Robotic surgery—commanding a robotic arm to perform delicate surgical tasks—has become more and more popular in medicine. But are doctors really the best ones to be commanding them? Turns out that gamers might actually be a better bet. ...
Monday, December 17, 2012
Wednesday, November 14, 2012
Thursday, November 01, 2012
It goes on, but here's the beginning, and it's pretty exciting:
What happens if you give a thousand Motorola Zoom tablet PCs to Ethiopian kids who have never even seen a printed word? Within five months, they'll start teaching themselves English while circumventing the security on your OS to customize settings and activate disabled hardware. Whoa.It reminds me of the Indian experiment some years back, but in India English is spoken all around, and there's printed word all over the place. Hole in the Wall
The One Laptop Per Child project started as a way of delivering technology and resources to schools in countries with little or no education infrastructure, using inexpensive computers to improve traditional curricula. What the OLPC Project has realized over the last five or six years, though, is that teaching kids stuff is really not that valuable. Yes, knowing all your state capitols how to spell "neighborhood" properly and whatnot isn't a bad thing, but memorizing facts and procedures isn't going to inspire kids to go out and learn by teaching themselves, which is the key to a good education. Instead, OLPC is trying to figure out a way to teach kids to learn, which is what this experiment is all about.
Rather than give out laptops (they're actually Motorola Zoom tablets plus solar chargers running custom software) to kids in schools with teachers, the OLPC Project decided to try something completely different: it delivered some boxes of tablets to two villages in Ethiopia, taped shut, with no instructions whatsoever. Just like, "hey kids, here's this box, you can open it if you want, see ya!"
Just to give you a sense of what these villages in Ethiopia are like, the kids (and most of the adults) there have never seen a word. No books, no newspapers, no street signs, no labels on packaged foods or goods. Nothing. And these villages aren't unique in that respect; there are many of them in Africa where the literacy rate is close to zero. So you might think that if you're going to give out fancy tablet computers, it would be helpful to have someone along to show these people how to use them, right?
This article has photos of computers and kids in India: Using computers to teach children with no teachers Interestingly, the articles are still talking about "teaching" instead of learning. :-) They aren't "learning by teaching themselves." They're learning. Period.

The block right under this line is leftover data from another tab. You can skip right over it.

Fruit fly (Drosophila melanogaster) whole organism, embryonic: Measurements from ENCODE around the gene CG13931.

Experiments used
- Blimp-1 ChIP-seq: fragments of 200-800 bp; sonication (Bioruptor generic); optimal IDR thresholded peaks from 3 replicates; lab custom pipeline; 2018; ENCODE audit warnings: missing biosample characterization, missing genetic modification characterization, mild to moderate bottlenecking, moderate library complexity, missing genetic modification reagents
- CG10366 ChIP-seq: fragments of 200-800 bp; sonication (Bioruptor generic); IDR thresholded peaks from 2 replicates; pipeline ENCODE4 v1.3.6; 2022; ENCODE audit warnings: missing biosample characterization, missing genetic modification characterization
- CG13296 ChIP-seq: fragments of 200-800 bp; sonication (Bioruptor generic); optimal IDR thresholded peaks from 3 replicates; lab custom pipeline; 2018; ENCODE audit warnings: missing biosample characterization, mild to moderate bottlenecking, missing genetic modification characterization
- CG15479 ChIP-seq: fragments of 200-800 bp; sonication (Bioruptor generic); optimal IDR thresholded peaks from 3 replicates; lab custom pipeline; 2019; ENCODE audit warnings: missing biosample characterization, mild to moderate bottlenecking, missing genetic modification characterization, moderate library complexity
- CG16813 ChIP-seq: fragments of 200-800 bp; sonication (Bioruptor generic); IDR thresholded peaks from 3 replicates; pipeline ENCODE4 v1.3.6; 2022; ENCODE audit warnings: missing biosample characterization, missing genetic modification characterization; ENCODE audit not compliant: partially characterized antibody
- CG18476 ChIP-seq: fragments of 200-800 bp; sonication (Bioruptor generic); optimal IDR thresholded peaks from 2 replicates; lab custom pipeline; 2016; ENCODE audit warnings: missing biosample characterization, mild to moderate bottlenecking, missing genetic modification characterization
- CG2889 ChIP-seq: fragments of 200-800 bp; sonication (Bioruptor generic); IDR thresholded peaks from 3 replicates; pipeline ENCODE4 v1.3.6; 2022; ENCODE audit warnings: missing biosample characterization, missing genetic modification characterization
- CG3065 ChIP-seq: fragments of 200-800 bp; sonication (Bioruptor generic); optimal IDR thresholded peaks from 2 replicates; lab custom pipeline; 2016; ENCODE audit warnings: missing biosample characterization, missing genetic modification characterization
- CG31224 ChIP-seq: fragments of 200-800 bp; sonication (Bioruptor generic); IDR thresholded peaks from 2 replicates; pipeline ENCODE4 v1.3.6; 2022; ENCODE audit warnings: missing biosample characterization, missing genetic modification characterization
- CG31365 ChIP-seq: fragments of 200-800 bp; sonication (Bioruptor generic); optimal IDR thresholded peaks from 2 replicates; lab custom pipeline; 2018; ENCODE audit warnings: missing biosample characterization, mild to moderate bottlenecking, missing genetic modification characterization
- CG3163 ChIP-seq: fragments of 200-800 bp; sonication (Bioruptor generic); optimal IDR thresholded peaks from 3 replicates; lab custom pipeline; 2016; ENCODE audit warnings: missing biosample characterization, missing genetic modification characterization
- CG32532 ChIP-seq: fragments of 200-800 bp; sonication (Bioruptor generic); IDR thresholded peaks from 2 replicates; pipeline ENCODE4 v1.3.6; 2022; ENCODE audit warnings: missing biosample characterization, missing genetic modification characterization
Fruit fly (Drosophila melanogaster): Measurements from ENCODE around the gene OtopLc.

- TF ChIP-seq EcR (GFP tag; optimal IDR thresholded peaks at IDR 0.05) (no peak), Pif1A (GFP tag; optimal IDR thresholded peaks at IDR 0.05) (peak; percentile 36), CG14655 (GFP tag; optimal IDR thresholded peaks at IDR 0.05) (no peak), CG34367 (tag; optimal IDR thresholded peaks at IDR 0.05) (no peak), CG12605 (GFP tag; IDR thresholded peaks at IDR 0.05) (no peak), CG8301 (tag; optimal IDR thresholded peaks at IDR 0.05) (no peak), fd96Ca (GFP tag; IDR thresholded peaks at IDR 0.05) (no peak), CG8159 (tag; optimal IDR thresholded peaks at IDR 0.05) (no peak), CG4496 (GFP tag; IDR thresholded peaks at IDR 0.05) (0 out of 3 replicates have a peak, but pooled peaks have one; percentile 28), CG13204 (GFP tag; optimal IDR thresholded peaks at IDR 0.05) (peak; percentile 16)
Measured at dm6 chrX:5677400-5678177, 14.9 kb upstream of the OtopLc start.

Tuesday, October 30, 2012
This is based on a presentation given at a conference in 2012 by Tina Boster, whose biography at the conference's website says
Tina Boster is the mother of three children. She has a M.Ed. in Elementary Education, but she left her teaching career to unschool her children when her oldest son was reprimanded by his teacher for spending too much time reading about ancient Rome. She believes strongly in the philosophy of “Follow the child,” and her personal motto is, “I’m raising kids now; I’ll clean the house later.” She is a life-long learner and self-taught knitter. She is also part of a multigenerational gaming family, and she enjoys playing MMOs with her father, brother, husband, and all three of her children.The article is one of the best I've seen on video gaming, with a long list of learning principles, and their fulfillment by gaming. Her resources list has sixteen links and no one will need to read them all to be persuaded of her point. After reading her blog post, you might not need to read any of them. :-)
Friday, October 26, 2012
Wednesday, October 10, 2012
Monday, October 08, 2012
Sunday, October 07, 2012
This can serve as an introduction to people who are interested, or as reassurance to friends or relatives, or as an inspiring refresher for those who are already unschooling!
The direct link is here: livingjoyfully.ca/newsletter/ but it will be more fun if you go to her main page and click on it in the center on top. Look around Pam's site while you're there, and if you want to tell your friends about it, pronounce her name this way: "La RICK ee a"
Saturday, October 06, 2012
Blog post, October 4, 2012, at "zenhabits.net"
The Beginner’s Guide to Unschooling There’s nothing I get asked about more as a parent than unschooling, and nothing I recommend more to other parents.